Why we should embrace forestry
Embrace forestry …
The article ″How chopping trees could fuel the war on climate change″ (28/12) underlines why those who support action on climate change should embrace forestry. Timber offers substantial carbon-emission reduction in building construction.
Harvesting, while predominantly in plantation forests, is also allowed in just
3.7 per cent of our native forests. Replanting and regeneration, under tight regulation, make this an environmentally sustainable practice. Demonising the forestry industry by fellow members of environmental organisations and many of my inner-city neighbours is unjustified.
It is time to trust the science on this carbon-abating option, too.
Graeme Russell, Clifton Hill
… And worms, too
″Easy to use and build″ are words hopeful composters will love (″Waste and worms: The eco-entrepreneur making composting cool″, 28/12). Subpod, a compost fertilisation company, aims to have 3 million households fitted out with compost units. How timely and appropriate. Australians are still wasting 40 per cent of food grown, much of it ending up in landfill and subsequently generating greenhouse gas emissions that contribute to climate change. Subpod composting units are but one available technology that can assist us to speed up the important national goal of halving organic waste sent to landfill by 2030.
We must all embrace our waste and love worms. After all, we all eat food, just not all of it. Composting and worms can close the gap.
Isabelle Henry, Ascot Vale
A voting lure
Your correspondent (Letters, 28/12) is correct in suggesting the Liberals support the abolition of negative gearing to lure younger voters. Past Coalition and Labor governments, both state and federal, have merely ″given″ people more money in their pockets which just pushed up the price of houses. Even partial negative gearing would help, restricting it to low-priced houses or those rented to those on existing housing waiting lists.
Governments could also look at adjusting the rate of capital gains tax to decrease the enticement to use housing as an investment
Jenny Callaghan, Hawthorn
Caught in the lowlights
The Age’s ″Highlights of the Year″ (28/12) is fine, but what about “lowlights” like the Nationals opposing an Indigenous Voice to parliament because they “haven’t got all the information yet”.
Rising to no account
I’m glad Cameron Woodhead raised the issue of the Rising festival (″Lesson from a year in the theatre″, 27/12). Combining the White Night festival and the Melbourne Festival into one is a bad idea. Each of these festivals had widely different aims. One is a family-friendly spectacle. The other was a proud Melbourne institution, a festival of the best of the arts from here and overseas. Shame on those who wiped it off the map.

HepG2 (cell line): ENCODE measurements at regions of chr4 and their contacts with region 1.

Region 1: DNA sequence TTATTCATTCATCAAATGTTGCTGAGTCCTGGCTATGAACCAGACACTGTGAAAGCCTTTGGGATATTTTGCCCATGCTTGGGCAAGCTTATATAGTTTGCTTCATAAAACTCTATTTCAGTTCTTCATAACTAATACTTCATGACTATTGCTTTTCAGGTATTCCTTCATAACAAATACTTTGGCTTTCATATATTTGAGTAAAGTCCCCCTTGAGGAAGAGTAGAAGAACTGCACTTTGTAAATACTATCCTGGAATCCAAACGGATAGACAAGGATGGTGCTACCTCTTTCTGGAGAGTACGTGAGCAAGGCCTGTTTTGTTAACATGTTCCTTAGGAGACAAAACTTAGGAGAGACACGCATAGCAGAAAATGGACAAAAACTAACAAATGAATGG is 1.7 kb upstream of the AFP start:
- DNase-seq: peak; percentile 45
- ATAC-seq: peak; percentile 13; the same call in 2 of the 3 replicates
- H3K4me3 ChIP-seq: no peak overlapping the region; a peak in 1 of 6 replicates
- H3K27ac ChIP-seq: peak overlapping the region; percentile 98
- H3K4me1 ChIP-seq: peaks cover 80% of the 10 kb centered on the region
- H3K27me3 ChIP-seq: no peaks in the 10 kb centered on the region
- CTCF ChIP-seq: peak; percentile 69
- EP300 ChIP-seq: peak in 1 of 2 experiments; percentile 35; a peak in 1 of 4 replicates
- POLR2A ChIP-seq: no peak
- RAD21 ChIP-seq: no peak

Moreover, one of the main lessons we learnt from holding the Melbourne Festival – ie, it’s very risky holding outdoor events in Melbourne’s weather – has been thrown out the window by creating another festival that celebrates the winter solstice. What were they thinking? Even the name “Rising” is problematic – what does it even mean? We have ended up with a whole that is much less than the two parts it swallowed.
Karen van Ulzen, editor,
Dance Australia magazine
Laissez-faire is not fair
If the federal government wants to show that it is serious about environmental responsibility, it must accept that the only way to control the energy market is by setting mandatory building and operational standards.
Allowing the market to make the choice and determine the standards will always minimise costs to maximise profits.
The time for the luxury of laissez-faire is past.
Jenifer Nicholls, Armadale
Must change ways
In reflecting on how it lost its way, I have yet to see any mention that the Liberal Party has ast aside its values and ethics in favour of playing politics as a game to be won. Until it restores sound values and ethics, and the party and its members behave accordingly, it will continue to flounder.
Andy Lloyd, Clifton Hill
The United Nations is just as impotent as the League of Nations. How can the UN stand by while the Taliban in Afghanistan denies half its citizens the basic human rights of education and employment?
John Walsh, Watsonia
AND ANOTHER THING
You can have David Warner or one of his critics/haters by your side in the trenches. Take your pick.
John Rawson, Mernda
It will be interesting to see if Craig Tiley is correct in assuming the public will be as gracious as he hopes when Novak Djokovic takes to the courts.
Marie Nash, Balwyn
With the Australian Open near, Tennis Australia should acknowledge Ash Barty’s contribution to the sport by renaming its arena in her honour.
Martin Newington, Aspendale
While the lane closures are an obvious pain in the neck imagine the hue and cry if a lack of maintenance on the West Gate Bridge caused a catastrophe.
Phil Alexander, Eltham
Well said Clinton Fernandes (Comment, 28/12). Nuclear submarines are just radioactive lead in our saddlebags for decades and even centuries to come.
Greg Curtin, Blackburn South
″More Libs call for a say on Voice″ (27/12). Oh the irony.
Rosslyn Jennings, North Melbourne
Your correspondent who claims that the royal family pay their own way obviously hasn’t heard of the annual Sovereign Grant paid by British taxpayers. Last year it was £86.3 million ($154 million).
James Young, Mt Eliza
With so many Russian oligarchs and military elites dying a “sudden death”, Putin must be petrified.
Jenny Bone, Surrey Hills
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